Last Thursday 50,000 individuals descended on the Arizona Capitol in support of a teacher’s strike; the state’s school districts shut down and turned away roughly 800,000 students.

According to the narrative surrounding Arizona’s education system, nearly everyone is willing to accept that teachers are grossly underpaid, that Arizona ranks 50th in per pupil funding and that the state has failed to backfill $1 Billion in pre-recession education funding.  Indeed, according to the machine that consistently ensures Arizona gets no credit for educational wins and disparages our system at every turn, Arizona ranks dead last in every possible educational metric.

But there is more to the story.  And if Arizona is going to take meaningful steps to improve the K-12 system, we must first start with a clear and factual picture.

Last year the Morrison Institute at Arizona State University published a study declaring a startling decline in teacher pay and turnover.  Their work joined the collection of analyses of teacher pay done by the National Education Association (NEA), the Arizona Office of Auditor General (OAG), and National Center for Education Statistics (NCES.)

According to the Morrison Institute, the 2016 average salary of an Arizona elementary school teacher adjusted for “regional buying power” was $40,860 and $46,070 for secondary teachers – 50th and 49th in the country, respectively.

This was a curious finding, especially since most every other national ranking has Arizona with a higher average teacher salary than the Morrison Institute.  The National Education Association ranks Arizona 43rd in the country at an average teacher salary of $47,218.  The Arizona Office of the Auditor General has Arizona teacher salaries at $46,384 and the National Center for Education Statistics has Arizona ranking 44th in the country with average teacher salaries at $47,403.

How could the Morrison Institute arrive at such a different conclusion than virtually every other study on teacher pay? The answer appears to be that they decided to use a combination of questionable wage and cost of living data to show Arizona in the worst light possible.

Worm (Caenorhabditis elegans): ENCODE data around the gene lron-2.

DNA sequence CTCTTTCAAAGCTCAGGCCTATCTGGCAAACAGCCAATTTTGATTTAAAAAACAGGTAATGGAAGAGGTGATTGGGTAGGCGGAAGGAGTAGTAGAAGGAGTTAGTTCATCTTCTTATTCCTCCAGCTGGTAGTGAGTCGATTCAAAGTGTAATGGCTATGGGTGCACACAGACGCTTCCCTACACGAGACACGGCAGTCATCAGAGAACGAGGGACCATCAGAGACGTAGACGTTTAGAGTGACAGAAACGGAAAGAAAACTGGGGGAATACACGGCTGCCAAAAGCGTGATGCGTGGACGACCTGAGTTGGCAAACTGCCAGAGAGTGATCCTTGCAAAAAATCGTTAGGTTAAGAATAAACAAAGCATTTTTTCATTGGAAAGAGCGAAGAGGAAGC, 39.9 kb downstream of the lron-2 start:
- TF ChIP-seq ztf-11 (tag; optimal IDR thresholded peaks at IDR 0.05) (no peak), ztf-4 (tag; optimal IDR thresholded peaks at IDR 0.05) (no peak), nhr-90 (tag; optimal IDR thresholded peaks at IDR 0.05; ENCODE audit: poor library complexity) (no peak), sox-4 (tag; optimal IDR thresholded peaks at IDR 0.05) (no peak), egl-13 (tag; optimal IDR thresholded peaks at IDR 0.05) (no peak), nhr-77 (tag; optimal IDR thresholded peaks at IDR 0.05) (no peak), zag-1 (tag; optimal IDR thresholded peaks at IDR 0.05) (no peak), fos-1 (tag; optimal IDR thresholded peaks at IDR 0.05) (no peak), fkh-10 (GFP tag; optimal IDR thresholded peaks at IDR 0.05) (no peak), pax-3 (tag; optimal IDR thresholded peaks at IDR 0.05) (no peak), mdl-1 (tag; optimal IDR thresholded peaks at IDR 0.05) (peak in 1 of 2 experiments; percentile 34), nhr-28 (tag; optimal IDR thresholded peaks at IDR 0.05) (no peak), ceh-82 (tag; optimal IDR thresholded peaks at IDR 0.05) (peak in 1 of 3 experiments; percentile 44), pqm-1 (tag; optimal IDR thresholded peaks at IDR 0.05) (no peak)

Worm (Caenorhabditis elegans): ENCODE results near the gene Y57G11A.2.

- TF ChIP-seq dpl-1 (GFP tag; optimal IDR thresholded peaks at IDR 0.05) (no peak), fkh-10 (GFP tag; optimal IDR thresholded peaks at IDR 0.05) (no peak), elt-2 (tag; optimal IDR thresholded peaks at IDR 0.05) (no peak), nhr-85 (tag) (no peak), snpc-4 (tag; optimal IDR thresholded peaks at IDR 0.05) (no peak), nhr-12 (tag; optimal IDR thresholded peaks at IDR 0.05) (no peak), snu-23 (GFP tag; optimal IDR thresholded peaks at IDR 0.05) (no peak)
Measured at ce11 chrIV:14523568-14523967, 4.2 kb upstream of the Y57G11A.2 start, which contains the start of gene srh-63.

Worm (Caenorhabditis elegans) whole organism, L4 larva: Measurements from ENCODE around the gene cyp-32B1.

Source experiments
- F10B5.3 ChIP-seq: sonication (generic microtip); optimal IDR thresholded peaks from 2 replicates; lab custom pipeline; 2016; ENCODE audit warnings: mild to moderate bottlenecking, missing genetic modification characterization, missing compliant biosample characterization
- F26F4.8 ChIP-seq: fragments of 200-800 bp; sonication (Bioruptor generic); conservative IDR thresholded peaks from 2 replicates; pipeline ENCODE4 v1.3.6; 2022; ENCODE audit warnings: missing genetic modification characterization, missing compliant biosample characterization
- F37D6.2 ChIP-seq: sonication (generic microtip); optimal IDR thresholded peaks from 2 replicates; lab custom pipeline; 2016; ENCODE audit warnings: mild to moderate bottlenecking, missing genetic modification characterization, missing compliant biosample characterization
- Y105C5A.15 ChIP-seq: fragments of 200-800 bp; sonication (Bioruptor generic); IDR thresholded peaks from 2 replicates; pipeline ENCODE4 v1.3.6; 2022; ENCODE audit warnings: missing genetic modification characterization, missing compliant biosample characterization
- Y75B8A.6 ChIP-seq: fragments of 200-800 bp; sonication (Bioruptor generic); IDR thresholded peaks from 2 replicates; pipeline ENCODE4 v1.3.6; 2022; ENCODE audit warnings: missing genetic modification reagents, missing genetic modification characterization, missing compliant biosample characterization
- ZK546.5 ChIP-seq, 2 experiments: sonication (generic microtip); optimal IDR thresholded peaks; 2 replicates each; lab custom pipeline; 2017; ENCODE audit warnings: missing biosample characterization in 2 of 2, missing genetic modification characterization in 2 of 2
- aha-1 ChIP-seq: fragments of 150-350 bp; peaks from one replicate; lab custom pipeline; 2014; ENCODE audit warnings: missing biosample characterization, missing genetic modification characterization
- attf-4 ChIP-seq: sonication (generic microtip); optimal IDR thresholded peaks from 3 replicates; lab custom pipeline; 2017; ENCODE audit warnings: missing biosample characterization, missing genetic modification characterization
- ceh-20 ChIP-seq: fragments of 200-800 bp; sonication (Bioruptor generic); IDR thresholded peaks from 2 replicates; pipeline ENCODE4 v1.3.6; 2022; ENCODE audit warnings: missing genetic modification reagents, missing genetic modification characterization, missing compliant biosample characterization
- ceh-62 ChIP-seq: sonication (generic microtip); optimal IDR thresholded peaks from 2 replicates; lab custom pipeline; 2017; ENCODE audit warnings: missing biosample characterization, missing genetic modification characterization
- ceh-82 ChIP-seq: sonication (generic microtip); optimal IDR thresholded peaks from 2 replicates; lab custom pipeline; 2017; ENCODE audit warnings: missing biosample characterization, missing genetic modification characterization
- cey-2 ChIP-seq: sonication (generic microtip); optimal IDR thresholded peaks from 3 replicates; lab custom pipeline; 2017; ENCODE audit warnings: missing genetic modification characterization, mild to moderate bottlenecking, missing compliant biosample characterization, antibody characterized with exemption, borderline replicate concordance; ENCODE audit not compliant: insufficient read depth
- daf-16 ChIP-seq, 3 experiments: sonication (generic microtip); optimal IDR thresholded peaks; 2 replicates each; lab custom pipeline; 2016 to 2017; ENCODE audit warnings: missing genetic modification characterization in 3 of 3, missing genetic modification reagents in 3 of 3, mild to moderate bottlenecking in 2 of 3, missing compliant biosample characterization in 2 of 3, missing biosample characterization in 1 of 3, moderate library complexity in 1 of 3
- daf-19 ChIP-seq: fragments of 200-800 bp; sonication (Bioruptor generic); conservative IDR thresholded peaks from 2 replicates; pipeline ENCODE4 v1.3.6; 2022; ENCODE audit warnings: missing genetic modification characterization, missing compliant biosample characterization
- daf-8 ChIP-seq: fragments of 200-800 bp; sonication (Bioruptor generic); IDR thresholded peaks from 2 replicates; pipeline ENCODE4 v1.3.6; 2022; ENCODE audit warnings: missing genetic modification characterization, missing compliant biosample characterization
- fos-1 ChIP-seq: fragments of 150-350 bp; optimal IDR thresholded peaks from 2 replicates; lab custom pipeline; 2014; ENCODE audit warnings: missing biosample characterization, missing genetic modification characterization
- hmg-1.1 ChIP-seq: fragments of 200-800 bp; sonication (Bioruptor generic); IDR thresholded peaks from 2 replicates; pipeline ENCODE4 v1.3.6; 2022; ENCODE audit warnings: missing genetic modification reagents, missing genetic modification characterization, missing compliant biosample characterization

For example, in calculating the wage figures, the Morrison Institute used the Bureau of Labor Statistics (BLS), a data set that only uses a cross-section of W-2s and leaves out other wage information such as teacher bonuses.  No other major study (including the NCES) use BLS wage data, and the result is a significantly lower average teacher pay figure.

The Morrison Institute skewed the numbers even further when adjusting for cost of living. In comparing wages among states, most studies incorporate the Cost of Living Index (COLI) to adjust for salaries.  The Morrison Institute instead used the Regional Price Parities index, arguably one of the more questionable data sets available. For example, RPP doesn’t take into account the average cost of home purchases, which would lead to a large discrepancy since Arizona is one of the more affordable states to own a home.

When COLI is used to analyze the more comprehensive NCES and NEA data – Arizona is 40th in the country and outranks Colorado ($46,506), Utah ($47,244) and New Mexico ($47,403) in the region.

How would Governor Ducey’s 20by20 plan impact Arizona’s national standing for teacher pay?  A 20 percent raise would increase the average teacher salary in Arizona to $56,661, a $9,443 dollar increase.  Adjusted for cost of living, Arizona would vault to 10th in the country for teacher pay. 

These facts should be empowering and encouraging to Arizona taxpayers who are used to hearing a constant onslaught of criticisms about how despondent the prospects of our public education.  Considerable and noticeable improvements are achievable and can be accomplished without raising taxes.

 

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